A time delay is provided to alter the timing of the THz pulse with respect to the probe beam A. This time delay may be an optical delay, for example, a translation stage 49 to change the length of the path of the pump beam B. This enables interrogation of the entire THz pulse by varying the arrival time of the probe pulse.
The optical system is purged with dry nitrogen or dry air to remove atmospheric water absorption. The sample 90 is held in a hydration cell 50 (see, e.g.,
The hydration cell 50 may further comprise a removable sample cup 60 for more convenient placement of the sample 90 at a position in close proximity to the detector 40 (see, e.g.,
The apparatus 10 may further comprise a mount 70 for retention of the hydration cell 50 at a location above the detector 40 and an objective lens 72 of the apparatus 10. The mount 70 may comprise a holder 74 configured to encircle the objective lens 72 and on which the cell 50 can be disposed. The holder 74 is configured to retain the objective lens 72 at a position proximate to the bottom surface of the detector 40, while allowing some movement of the objective lens 72 with respect to the sample 90 for centering the aperture 63 within the THz beam D. The holder 74 is able to translate in the x-y direction (typically under computer control) in order to center the aperture 63.
In some embodiments of the present apparatus 10, the base plate 52 of the cell 50 is configured to rotate. As such, the sample 90 can be rotated relative to the polarization of the THz pulse D for additional measurement. In such embodiments, the cell 50 may further comprise a gasket 57 between the base plate 52 and the one or more walls 55. In this way, the base plate 52 may be rotated relative to the one or more walls 55 without losing the integrity (and thus, the humidity) of the chamber 58 during rotation and without rotation of the at least one port 59. In embodiments of the presently disclosed apparatus 10 where the base plate 52 is rotatable, the mount 70 may further comprise a stage 76 on which the detector 40 is mounted. One or more actuators 77 are provided to cause the holder 74 and the stage 76 to separate (i.e., translate with respect to one another). In this way, the stage 76 and the detector 40 are configured to lower in order to remove the sample plate 62 from contact with the detector 40. When the base plate 52 is rotated, the stage 76 may first be lowered such that the sample plate 62 not contact the detector 40 during rotation. The stage 76 and/or the holder 74 are biased such that they return to a measurement position (where the sample plate 62 contacts the detector 40) when the actuators 77 are inactive. For example, a spring 78 may cause such a return to the measurement position.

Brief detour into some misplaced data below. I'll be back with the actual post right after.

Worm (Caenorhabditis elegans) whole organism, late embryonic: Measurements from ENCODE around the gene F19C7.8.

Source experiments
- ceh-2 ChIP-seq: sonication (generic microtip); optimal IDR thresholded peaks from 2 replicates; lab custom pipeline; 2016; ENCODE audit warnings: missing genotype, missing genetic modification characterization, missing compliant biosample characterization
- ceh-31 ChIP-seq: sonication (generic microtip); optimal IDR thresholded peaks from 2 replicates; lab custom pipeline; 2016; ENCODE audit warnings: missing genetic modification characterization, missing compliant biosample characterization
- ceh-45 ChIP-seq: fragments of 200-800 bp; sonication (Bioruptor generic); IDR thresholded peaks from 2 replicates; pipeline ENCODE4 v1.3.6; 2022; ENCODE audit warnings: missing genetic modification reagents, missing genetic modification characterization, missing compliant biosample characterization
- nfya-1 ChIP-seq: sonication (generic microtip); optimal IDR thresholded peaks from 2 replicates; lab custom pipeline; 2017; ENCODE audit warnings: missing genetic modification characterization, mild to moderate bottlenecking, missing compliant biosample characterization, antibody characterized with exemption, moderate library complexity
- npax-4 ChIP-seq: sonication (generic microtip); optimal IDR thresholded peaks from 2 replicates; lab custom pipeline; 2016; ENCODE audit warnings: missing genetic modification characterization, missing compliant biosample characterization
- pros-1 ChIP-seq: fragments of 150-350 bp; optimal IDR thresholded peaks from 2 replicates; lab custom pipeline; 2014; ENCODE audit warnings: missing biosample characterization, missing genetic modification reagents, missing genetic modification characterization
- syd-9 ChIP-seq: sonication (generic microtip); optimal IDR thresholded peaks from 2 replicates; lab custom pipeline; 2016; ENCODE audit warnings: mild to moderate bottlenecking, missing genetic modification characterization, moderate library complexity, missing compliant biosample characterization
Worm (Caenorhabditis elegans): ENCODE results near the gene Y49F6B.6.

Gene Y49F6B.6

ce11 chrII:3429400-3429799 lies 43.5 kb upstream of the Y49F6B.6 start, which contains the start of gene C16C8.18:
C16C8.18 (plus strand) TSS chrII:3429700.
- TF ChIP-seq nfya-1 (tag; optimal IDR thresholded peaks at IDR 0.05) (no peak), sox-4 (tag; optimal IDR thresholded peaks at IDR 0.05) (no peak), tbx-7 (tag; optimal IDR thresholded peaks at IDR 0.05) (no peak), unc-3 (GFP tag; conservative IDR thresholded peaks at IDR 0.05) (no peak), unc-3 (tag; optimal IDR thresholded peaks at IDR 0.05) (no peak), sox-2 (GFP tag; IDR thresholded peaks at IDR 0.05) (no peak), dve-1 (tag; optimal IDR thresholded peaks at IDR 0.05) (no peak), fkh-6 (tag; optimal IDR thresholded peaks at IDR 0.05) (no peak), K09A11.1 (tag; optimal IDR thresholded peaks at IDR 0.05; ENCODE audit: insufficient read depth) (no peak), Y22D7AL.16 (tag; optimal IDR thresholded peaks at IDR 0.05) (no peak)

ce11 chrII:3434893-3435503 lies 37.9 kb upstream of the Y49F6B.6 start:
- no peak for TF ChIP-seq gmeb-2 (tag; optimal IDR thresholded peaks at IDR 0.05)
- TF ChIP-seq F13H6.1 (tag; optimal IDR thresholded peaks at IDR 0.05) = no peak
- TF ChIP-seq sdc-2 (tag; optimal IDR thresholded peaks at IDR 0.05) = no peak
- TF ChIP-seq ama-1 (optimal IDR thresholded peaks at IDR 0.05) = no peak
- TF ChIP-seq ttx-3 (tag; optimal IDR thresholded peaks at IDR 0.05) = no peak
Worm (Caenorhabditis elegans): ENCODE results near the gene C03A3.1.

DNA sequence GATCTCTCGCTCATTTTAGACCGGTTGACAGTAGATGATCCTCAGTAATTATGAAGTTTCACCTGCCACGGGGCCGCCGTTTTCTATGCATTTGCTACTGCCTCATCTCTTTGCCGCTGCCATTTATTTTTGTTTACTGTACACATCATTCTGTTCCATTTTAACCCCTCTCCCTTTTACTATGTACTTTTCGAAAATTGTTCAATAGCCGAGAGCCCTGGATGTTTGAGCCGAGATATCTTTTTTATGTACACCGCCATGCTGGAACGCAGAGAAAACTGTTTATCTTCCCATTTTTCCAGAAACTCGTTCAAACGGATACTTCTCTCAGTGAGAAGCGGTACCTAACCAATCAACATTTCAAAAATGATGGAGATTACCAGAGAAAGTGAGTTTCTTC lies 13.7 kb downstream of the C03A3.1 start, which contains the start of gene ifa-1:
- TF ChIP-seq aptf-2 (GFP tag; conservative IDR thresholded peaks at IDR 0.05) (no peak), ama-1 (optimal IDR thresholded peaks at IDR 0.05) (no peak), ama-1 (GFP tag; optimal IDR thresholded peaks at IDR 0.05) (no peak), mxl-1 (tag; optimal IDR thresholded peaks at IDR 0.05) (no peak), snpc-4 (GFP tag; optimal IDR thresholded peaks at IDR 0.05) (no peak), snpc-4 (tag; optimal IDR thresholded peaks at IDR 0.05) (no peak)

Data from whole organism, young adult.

In another embodiment of an apparatus 110 of the present disclosure (depicted in
Use of a linear polarizer as polarizer 180 can cause changes in amplitude of the resulting THz signal at different rotational orientations of the polarizer 180. In other embodiments, such as that depicted in
In another embodiment of an apparatus 200 using a rotatable polarizer 280 shown in
As such, the apparatus 200 includes a polarizer 280 disposed in a path of the THz pulse between the emitter 230 and the sample. The polarizer 280 is configured to polarize the THz pulse and is rotatable. A quarter-wave plate 210 is disposed in a path of the THz pulse between the emitter 230 and the polarizer 280. A half-wave plate 212 is disposed in the path of the probe beam before the polarization detector 248. The half-wave plate 212 is configured to be rotated as a function of a rotation of the polarizer 280.